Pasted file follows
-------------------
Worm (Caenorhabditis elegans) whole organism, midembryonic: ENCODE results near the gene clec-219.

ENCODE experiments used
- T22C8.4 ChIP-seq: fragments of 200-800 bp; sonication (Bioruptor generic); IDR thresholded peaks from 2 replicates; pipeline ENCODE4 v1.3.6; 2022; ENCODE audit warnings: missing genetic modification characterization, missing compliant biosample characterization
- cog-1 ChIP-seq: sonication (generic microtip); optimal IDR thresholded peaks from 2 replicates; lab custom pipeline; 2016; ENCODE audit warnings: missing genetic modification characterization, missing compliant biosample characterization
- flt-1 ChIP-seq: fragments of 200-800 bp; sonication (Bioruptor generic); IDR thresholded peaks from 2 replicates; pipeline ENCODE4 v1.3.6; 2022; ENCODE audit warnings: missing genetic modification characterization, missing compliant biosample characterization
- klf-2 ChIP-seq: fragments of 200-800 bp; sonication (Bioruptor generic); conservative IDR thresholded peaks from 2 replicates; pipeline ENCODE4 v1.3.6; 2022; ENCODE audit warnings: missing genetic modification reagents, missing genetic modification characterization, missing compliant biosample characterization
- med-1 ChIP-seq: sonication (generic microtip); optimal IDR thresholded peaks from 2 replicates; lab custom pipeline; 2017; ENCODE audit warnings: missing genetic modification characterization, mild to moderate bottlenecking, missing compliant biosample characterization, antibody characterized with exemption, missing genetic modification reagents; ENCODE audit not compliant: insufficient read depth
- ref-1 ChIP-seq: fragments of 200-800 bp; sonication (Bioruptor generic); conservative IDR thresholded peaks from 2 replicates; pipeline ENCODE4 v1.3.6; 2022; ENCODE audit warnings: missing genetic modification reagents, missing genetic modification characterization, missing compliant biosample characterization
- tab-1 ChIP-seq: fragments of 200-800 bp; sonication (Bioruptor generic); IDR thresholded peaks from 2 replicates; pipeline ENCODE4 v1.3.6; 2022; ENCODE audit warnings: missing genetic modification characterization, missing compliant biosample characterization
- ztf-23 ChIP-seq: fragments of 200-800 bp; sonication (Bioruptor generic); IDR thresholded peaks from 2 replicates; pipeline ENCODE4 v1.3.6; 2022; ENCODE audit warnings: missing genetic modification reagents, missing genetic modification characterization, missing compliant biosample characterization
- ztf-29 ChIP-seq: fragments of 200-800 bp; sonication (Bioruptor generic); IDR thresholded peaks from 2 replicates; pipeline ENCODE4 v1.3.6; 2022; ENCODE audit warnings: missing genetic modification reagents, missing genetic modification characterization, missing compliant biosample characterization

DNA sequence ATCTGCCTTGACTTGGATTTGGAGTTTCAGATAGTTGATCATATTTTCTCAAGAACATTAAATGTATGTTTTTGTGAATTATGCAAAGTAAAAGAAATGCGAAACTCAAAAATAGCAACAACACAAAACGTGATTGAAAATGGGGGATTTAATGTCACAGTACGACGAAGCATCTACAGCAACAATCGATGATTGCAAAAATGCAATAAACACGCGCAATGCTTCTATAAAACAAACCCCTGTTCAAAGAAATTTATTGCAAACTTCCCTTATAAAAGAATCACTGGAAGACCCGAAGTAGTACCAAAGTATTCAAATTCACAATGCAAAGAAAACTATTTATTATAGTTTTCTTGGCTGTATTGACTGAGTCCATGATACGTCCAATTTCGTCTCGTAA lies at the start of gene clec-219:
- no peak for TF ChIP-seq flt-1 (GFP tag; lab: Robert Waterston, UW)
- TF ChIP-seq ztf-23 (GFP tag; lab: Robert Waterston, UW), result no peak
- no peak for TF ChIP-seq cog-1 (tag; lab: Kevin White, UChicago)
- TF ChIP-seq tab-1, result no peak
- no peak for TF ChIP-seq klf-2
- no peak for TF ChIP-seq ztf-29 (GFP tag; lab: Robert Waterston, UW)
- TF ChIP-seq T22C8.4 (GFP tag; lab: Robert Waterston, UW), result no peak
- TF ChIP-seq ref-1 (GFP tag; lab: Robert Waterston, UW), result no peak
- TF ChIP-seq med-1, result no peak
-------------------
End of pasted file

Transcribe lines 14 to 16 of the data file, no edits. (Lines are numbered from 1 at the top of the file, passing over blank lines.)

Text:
- TF ChIP-seq ztf-23 (GFP tag; lab: Robert Waterston, UW), result no peak
- no peak for TF ChIP-seq cog-1 (tag; lab: Kevin White, UChicago)
- TF ChIP-seq tab-1, result no peak